I get sick and tired of people dismissing local news as a place of failure for digital startups because of the failure of Patch, the abandonment of TBD‘s strategy (see disclaimer below) and other local ventures that didn’t last. I sent Ken Doctor an email last month, taking him for task for erroneously describing local news as “a sector that’s all but been left for dead.

Actually, local news is a sector with dozens, if not hundreds, of success stories. They’re mostly small success stories that escape the notice of most big-picture analysts, and the sector needs thousands of success stories, but Jim’s optimism is justified, and he lists some of the successes:

That’s why it’s so encouraging to see so many entrepreneurs out there trying their hands at local. On the for-profit side, there’s Billy Penn and The Incline, its soon-to-be sister site in Pittsburgh, plus Berkeleyside, Charlotte Agenda, Mission Local, ARLnowBaristanet, the Watershed Post, the upcoming Denverite, and many others. On the nonprofit side, there are early pioneers like Texas Tribune, Voice of San Diego, and MinnPost, plus new sites popping up seemingly every week. Spanning both models are members of the Local Independent Online News Publishers group (LION), including sites such as The Batavian, Richland Source, The Lens, and many more. Journalism consultant Michele McLellan tracks the growth of local sites at Michele’s List.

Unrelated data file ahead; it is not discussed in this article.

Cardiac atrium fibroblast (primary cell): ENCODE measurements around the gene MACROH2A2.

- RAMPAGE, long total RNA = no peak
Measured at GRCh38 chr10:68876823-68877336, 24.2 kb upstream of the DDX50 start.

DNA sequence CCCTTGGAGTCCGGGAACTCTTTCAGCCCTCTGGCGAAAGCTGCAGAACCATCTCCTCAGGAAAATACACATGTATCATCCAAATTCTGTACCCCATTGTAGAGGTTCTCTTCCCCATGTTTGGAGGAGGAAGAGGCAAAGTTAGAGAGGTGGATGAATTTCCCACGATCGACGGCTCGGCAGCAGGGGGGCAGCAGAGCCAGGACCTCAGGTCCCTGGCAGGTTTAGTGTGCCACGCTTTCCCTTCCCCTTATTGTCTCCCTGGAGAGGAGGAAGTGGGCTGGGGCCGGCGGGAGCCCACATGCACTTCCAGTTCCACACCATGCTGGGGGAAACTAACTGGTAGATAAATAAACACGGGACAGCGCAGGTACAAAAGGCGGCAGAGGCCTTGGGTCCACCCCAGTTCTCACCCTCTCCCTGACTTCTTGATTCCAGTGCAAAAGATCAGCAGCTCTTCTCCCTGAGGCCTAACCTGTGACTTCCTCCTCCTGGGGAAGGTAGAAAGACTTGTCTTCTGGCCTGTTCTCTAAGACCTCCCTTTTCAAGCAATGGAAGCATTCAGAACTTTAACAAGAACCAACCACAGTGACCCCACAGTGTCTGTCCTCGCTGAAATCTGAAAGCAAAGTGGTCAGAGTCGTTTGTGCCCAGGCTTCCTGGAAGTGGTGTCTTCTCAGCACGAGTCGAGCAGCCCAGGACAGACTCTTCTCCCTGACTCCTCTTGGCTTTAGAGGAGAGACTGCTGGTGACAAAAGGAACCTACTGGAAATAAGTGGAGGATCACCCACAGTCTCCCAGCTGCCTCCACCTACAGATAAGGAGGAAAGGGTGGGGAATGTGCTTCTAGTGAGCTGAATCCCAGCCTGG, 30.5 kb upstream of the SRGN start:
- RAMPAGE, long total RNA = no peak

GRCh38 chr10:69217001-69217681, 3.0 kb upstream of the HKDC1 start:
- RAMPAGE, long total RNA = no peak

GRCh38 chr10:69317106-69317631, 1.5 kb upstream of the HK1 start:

But there’s room for so much more—unlike in national, the local digital field remains relatively wide open.

If you care about local news, read through Jim’s piece. He captures the excitement and potential of local news.

Disclaimer that won’t be necessary for longtime readers of this blog: Jim and I are friends and he hired me twice, to work at TBD and Digital First Media. And I’d gladly take a third round with him.

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A key issue in the Columbia School of Journalism’s report on Rolling Stone‘s botched rape story is the use of pseudonyms to identify key characters in the story.

I strongly endorse this conclusion of the Columbia report:

Pseudonyms are inherently undesirable in journalism. They introduce fiction and ask readers to trust that this is the only instance in which a publication is inventing details at its discretion. Their use in this case was a crutch — it allowed the magazine to evade coming to terms with reporting gaps. Rolling Stone should consider banning them.

I made a similar point in December in my post (after the story began falling apart) about interviewing rape survivors and verifying their stories: (more…)

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I get a little attention now and then in blogs, columns, stories and other discussions of media issues. Here were some of my 2014 mentions:

New York Times

I was “one reader” in a New York Times blog post (but was really pleased that the Times, after my urging, is calling for better linking by staff members). It is accurate. I am a Times reader.

On the other hand, I did get a mention and a second quote, attributed to Digital First Media, my company at the time, in the New York Times Innovation Report (mention on P. 87, blind quote on Page 15).